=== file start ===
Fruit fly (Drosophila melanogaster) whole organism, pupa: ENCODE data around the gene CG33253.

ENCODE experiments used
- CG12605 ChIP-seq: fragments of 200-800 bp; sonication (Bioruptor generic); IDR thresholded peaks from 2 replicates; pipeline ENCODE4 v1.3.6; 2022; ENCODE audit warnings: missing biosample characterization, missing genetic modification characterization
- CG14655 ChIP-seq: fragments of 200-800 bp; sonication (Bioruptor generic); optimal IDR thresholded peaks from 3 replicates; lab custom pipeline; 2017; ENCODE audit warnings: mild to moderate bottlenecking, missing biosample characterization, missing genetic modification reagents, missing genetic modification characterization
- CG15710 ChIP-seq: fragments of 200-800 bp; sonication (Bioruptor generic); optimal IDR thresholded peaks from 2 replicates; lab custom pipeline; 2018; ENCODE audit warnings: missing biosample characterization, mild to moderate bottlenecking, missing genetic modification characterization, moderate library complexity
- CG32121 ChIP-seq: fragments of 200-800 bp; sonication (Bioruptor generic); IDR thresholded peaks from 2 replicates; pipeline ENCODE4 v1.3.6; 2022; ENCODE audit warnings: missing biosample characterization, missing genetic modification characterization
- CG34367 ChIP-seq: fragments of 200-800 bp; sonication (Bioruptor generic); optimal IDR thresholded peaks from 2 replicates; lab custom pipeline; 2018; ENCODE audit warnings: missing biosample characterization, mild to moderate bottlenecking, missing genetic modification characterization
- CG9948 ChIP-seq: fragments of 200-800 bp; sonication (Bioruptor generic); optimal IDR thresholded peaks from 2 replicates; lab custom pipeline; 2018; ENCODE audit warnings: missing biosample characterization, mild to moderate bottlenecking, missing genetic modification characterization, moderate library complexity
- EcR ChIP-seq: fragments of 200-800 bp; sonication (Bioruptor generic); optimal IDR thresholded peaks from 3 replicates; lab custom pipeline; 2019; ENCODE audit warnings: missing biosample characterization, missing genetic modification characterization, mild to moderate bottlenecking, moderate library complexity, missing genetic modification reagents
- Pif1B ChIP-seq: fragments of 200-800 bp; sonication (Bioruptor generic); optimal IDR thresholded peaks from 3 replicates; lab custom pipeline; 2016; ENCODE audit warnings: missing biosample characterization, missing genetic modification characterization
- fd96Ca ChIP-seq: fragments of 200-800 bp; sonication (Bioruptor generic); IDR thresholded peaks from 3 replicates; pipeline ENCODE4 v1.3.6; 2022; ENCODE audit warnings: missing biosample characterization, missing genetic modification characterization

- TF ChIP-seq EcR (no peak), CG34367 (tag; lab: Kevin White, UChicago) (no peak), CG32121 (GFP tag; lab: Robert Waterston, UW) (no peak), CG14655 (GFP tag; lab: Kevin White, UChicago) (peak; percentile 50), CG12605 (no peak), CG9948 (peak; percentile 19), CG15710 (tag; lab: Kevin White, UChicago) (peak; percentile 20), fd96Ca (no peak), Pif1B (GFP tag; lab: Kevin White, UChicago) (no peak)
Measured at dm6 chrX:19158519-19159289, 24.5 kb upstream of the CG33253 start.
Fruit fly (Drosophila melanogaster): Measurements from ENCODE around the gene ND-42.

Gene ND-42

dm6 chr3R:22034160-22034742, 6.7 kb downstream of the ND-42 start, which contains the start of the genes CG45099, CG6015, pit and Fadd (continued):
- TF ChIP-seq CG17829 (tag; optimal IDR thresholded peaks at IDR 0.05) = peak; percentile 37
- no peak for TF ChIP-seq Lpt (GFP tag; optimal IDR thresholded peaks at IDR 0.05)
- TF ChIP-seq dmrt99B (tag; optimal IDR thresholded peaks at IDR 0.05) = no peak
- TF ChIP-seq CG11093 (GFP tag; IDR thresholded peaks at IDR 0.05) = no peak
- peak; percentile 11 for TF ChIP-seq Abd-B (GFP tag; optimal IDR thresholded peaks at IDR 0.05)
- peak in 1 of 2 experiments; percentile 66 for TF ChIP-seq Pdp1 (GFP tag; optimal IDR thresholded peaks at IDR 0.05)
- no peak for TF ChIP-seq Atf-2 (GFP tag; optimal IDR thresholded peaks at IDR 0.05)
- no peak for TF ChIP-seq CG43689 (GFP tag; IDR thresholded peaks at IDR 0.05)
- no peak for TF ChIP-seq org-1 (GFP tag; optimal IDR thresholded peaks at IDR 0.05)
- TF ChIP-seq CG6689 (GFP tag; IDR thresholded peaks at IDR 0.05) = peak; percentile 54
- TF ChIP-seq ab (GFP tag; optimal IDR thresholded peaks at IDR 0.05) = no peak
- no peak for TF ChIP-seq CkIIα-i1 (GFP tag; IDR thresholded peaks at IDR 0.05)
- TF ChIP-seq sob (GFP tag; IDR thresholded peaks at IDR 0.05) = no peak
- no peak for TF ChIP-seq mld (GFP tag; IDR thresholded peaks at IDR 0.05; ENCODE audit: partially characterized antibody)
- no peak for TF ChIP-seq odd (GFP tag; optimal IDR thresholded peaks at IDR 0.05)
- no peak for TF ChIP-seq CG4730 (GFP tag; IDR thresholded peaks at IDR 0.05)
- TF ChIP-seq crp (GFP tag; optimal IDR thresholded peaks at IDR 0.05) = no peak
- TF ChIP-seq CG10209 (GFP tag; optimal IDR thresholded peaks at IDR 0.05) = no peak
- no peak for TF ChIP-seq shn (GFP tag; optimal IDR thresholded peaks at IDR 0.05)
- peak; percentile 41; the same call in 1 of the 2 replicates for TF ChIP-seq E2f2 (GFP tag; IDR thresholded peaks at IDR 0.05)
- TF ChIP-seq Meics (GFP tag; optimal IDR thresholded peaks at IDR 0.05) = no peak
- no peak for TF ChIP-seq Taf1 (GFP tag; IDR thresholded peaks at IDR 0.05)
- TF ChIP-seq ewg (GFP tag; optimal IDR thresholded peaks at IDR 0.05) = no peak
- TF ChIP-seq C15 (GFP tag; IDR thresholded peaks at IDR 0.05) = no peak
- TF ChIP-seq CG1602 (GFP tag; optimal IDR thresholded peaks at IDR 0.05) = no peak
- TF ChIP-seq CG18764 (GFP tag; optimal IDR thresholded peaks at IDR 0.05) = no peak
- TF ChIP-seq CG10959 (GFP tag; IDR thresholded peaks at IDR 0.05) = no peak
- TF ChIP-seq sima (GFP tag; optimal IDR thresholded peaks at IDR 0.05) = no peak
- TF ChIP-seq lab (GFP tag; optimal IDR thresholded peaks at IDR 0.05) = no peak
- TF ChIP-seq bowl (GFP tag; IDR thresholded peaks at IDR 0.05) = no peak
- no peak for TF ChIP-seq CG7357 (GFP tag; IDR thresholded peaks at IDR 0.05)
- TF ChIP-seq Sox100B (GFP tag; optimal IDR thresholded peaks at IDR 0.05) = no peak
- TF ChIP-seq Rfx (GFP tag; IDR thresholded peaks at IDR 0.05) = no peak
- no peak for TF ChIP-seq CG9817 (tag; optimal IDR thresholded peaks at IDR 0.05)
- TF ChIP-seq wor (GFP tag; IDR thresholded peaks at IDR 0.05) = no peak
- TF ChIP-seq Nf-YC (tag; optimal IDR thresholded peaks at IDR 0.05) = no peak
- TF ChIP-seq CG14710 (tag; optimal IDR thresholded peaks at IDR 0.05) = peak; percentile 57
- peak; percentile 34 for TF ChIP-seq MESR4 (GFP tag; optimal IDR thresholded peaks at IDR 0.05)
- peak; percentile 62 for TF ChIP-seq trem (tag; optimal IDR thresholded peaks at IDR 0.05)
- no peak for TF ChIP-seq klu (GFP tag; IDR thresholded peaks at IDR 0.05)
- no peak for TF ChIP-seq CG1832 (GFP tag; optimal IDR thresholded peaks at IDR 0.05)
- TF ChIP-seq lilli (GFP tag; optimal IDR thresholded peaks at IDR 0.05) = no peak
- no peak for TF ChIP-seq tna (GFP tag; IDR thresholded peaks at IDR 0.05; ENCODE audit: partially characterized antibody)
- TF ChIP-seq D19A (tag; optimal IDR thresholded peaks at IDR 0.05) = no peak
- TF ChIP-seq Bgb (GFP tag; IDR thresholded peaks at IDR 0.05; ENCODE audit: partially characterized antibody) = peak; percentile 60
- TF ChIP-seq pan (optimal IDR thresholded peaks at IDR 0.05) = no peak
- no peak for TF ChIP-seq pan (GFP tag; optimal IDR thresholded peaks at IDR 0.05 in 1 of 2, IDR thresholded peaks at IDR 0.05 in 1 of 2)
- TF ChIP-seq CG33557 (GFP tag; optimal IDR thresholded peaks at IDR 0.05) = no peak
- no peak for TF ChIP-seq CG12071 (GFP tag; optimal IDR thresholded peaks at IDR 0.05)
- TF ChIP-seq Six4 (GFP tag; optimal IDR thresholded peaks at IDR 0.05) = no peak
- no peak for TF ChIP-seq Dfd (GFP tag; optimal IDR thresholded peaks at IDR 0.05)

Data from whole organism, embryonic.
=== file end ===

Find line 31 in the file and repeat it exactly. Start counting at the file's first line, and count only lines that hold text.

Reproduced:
- no peak for TF ChIP-seq odd (GFP tag; optimal IDR thresholded peaks at IDR 0.05)